Jay Rubinstein, 80, has been asking to put up a tempo for years, but his request became more urgent this year after suffering a massive heart attack in the summer.
“I was dead for six minutes,” he told Daybreak this morning.
Rubinstein’s doctor warned him that shovelling snow may result in another heart attack. And his sloping driveway is a major obstacle for him, he said.
He fears not having a tempo may mean having to move.
“I want to stay in my home, I’ve been there for 55 years. I don’t want to move to a condo just because i can’t get out of my driveway,” Rubinstein said.
He said he and his neighbour, whose driveways are adjoining, wanted to build a double-wide tempo. The husband has cancer.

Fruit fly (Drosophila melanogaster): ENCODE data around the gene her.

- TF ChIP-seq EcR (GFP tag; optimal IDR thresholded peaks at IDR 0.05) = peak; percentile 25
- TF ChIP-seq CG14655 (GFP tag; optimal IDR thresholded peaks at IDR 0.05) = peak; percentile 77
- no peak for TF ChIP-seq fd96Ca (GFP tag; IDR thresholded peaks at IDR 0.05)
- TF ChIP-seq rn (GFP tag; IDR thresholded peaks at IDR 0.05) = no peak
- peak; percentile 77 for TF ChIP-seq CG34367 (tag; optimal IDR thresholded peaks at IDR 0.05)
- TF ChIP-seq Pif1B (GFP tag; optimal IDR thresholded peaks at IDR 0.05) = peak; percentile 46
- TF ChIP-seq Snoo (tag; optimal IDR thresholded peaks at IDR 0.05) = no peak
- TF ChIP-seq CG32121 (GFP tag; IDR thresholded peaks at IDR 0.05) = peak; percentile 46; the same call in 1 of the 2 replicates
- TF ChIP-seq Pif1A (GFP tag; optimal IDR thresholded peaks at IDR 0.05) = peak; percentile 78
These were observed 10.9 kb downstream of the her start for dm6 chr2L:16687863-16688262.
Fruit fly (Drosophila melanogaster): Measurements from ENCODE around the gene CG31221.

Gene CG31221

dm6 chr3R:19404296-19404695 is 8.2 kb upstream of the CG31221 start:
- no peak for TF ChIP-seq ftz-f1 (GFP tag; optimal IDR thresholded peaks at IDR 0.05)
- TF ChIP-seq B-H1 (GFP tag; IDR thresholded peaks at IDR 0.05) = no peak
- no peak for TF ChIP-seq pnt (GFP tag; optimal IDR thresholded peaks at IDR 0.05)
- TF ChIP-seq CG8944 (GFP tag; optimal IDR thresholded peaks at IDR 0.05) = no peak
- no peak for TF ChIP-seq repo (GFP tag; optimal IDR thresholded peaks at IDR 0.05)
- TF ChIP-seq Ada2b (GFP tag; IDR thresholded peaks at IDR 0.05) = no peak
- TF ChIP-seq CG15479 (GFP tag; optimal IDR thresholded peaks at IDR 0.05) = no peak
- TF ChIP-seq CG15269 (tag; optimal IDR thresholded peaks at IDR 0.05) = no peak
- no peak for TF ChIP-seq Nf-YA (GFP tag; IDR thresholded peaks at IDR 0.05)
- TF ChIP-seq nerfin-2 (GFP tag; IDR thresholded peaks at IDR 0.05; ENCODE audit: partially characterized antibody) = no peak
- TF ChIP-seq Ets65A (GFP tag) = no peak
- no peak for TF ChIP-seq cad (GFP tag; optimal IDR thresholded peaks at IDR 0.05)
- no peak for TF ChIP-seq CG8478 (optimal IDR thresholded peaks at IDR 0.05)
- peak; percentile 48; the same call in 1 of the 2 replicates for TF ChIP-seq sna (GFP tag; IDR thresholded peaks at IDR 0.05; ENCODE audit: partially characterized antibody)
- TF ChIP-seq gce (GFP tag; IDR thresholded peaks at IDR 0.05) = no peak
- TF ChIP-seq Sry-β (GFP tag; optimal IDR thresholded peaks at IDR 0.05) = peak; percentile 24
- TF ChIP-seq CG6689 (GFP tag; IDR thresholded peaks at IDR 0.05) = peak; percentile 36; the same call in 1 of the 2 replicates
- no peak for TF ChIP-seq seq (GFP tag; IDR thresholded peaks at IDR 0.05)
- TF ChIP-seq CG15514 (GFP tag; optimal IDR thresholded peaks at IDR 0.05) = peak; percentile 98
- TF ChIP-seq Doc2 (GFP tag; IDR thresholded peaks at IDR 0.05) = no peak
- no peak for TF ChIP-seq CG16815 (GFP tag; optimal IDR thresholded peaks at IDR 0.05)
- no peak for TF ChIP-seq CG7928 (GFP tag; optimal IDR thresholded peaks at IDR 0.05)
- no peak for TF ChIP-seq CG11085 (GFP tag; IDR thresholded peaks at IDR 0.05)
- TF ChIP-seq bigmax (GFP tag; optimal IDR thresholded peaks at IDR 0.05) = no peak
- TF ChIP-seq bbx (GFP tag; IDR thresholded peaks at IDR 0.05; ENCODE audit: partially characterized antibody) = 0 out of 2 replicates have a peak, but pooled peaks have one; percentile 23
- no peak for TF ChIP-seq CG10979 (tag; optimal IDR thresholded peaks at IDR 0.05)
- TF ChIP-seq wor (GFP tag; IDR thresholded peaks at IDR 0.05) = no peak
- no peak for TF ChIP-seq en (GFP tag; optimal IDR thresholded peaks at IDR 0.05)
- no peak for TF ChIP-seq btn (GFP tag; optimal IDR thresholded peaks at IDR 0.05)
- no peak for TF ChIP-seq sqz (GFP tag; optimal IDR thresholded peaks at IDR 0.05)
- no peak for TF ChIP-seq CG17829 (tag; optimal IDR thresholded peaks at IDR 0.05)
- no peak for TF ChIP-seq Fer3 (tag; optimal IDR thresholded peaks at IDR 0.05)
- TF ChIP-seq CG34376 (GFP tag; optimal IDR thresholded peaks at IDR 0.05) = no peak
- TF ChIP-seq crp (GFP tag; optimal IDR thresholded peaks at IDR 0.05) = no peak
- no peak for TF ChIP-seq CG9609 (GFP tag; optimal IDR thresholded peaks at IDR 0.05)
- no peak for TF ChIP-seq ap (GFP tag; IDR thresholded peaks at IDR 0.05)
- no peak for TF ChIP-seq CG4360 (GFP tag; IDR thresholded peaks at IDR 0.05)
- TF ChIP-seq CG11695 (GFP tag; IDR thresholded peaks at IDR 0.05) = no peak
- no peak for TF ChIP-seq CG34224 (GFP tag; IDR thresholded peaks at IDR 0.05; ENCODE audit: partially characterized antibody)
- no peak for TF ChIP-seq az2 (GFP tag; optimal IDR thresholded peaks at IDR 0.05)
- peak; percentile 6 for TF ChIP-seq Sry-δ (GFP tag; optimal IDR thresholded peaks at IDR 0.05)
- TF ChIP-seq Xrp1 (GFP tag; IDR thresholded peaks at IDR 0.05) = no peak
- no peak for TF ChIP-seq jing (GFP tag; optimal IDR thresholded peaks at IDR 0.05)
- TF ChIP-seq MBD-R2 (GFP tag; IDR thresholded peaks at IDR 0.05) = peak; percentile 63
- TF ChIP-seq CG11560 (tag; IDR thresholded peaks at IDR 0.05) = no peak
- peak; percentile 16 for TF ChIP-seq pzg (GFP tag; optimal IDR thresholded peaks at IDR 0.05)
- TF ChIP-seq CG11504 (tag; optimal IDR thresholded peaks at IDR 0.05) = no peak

Mayor Anthony Housefather said bylaws can’t be amended just so that sick people or people with disabilities can get tempos.
“That’s just not how zoning bylaws work,” he said.
The only exemptions currently granted in Côte St-Luc are for people without garages.
“There have been two residents that have come to numerous council meetings over the last six years asking for tempos,” Housefather said, referring to Rubinstein and another resident.
In 2010, the city looked at the possibility of removing the ban on tempos, but upheld the ban.
Housefather said it was impossible for council to grant an exemption, even if it wanted to.
Previous reasons given by council for the ban involve aesthetics.
Rubinstein contends that his desired tempo would be far less unsightly than the garbage left on lawns around the city after the snow melts.